Photography and video tutor David Newton has been shooting stills and videos for many years - here he passes on his best advice for making videos with DSLRs
Photographer, filmmaker and imaging tutor David Newton was one of the guest speakers at The Video Mode’s recent two-day filmmaking workshop held at the world famous Pinewood Studios. We caught up with David after he had been tutoring the audience of The Video Mode and Amateur Photographer readers to ask for his top 5 tips for shooting videos with DSLRs…
Tip 1 – Shutter Speeds
Think about your shutter speed – your shutter speed should always be double your frame rate. So, if you’re filming at 24fps or 25fps your shutter speed should be 1/50th of a second or if you shoot at 60fps your shutter should be at 1/120th of a second. However, under certain conditions such as scenes lit with fluorescent bulbs, LEDs or tungsten light, or when filming a monitor or TV screen, you may see scanning lines in your footage. If this happens, the simplest solution is to change the shutter speed. You can go up or down, but when filming another screen, going down is usually the best option.
Tip 2 – Picture Styles
In an ideal world you want to set your Picture Style to neutral so that you get nice, flat tones and there’s no contrast or sharpening, no colour tone or saturation. This will give you the best ability to put clips together when editing so that you don’t get any weird colour shifts and the clips match together nicely.
Tip 3 – White Balance
Ideally you should stay away from Auto White Balance and pick one of the presets or the best practice would be to do a custom white balance with a grey card or a bit of white paper. This is because if the aperture or ISO is changed during shooting, the white balance setting may also change – this can make it harder to process your movie footage afterwards. With a preset or custom white balance setting, the white balance will not change if the aperture or ISO changes, thus helping to make your footage processing workflow more straightforward.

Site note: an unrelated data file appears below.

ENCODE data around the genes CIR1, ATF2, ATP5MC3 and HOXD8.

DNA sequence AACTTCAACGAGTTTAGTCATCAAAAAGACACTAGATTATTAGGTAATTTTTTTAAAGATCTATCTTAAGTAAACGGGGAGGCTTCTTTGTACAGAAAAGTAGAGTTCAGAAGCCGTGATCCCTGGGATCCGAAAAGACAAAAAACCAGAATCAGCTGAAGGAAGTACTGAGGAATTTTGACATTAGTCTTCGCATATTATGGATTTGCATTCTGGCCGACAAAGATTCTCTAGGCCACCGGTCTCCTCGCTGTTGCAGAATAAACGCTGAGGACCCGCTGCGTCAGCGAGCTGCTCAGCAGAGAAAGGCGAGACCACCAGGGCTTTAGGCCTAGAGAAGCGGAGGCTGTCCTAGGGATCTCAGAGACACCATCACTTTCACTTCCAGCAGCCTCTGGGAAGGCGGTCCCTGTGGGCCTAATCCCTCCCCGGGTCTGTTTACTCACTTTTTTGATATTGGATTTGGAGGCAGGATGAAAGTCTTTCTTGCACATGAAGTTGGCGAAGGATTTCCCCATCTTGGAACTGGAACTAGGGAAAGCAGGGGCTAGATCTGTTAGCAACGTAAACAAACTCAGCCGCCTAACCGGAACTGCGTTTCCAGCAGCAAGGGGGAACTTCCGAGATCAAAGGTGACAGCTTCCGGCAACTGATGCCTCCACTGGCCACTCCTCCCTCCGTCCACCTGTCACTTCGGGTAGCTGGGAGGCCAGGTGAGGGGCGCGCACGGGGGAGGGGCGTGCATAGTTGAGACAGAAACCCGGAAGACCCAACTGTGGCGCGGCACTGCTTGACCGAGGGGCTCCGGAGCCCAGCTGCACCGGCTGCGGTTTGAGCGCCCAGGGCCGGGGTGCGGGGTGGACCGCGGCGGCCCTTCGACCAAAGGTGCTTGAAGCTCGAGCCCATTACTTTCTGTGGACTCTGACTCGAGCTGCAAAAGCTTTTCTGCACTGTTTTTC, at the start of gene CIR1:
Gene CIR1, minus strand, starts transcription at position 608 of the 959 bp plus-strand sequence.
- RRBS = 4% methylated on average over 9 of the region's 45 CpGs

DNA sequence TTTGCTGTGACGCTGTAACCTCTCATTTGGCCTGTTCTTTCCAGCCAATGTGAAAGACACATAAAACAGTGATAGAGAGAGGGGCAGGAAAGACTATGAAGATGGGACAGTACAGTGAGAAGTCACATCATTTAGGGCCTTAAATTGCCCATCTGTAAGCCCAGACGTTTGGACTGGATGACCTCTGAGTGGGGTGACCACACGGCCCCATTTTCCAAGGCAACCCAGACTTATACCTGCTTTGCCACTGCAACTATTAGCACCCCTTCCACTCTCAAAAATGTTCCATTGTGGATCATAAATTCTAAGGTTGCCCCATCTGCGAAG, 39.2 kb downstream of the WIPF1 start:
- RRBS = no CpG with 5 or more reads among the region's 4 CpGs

Tip 4 – Storyboarding
Think about storyboarding your video because if you just go out and shoot a whole load of clips you’ll really struggle to put them together into some kind of coherent story in the edit. You should at least plan out a shot list – say a wide-angle, a mid-view and a close-up shot – and follow that through for your story, which will mean that you get to tell the story fully and you don’t miss shots when you go out shooting.
Tip 5 – Clip Length
Think about keeping your clip length short. Whilst your camera can record 29 minutes and 59 seconds of footage absolutely don’t use that continuously, unless you are filming an interview. Even if you do film long clips, cut them down as your shots will probably end up being three or four seconds long per shots before you change to another shot in the edit. This is a creative decision but it is also because people have a short attention span. If you can keep the clip length short you’ll keep the pace of your video high, keep your viewer interested and, overall, your video is going to look better.
Find out more…
To watch David Newton’s 5 Top Tips for shooting video with DSLRs just click on the play button in the video window at the top of this article. You can also discover Canon Explorer Simeon Quarrie’s best tips for shooting video by clicking here and watch filmmaker Luke Massey’s top tips for working with DSLRs for shooting video by clicking here.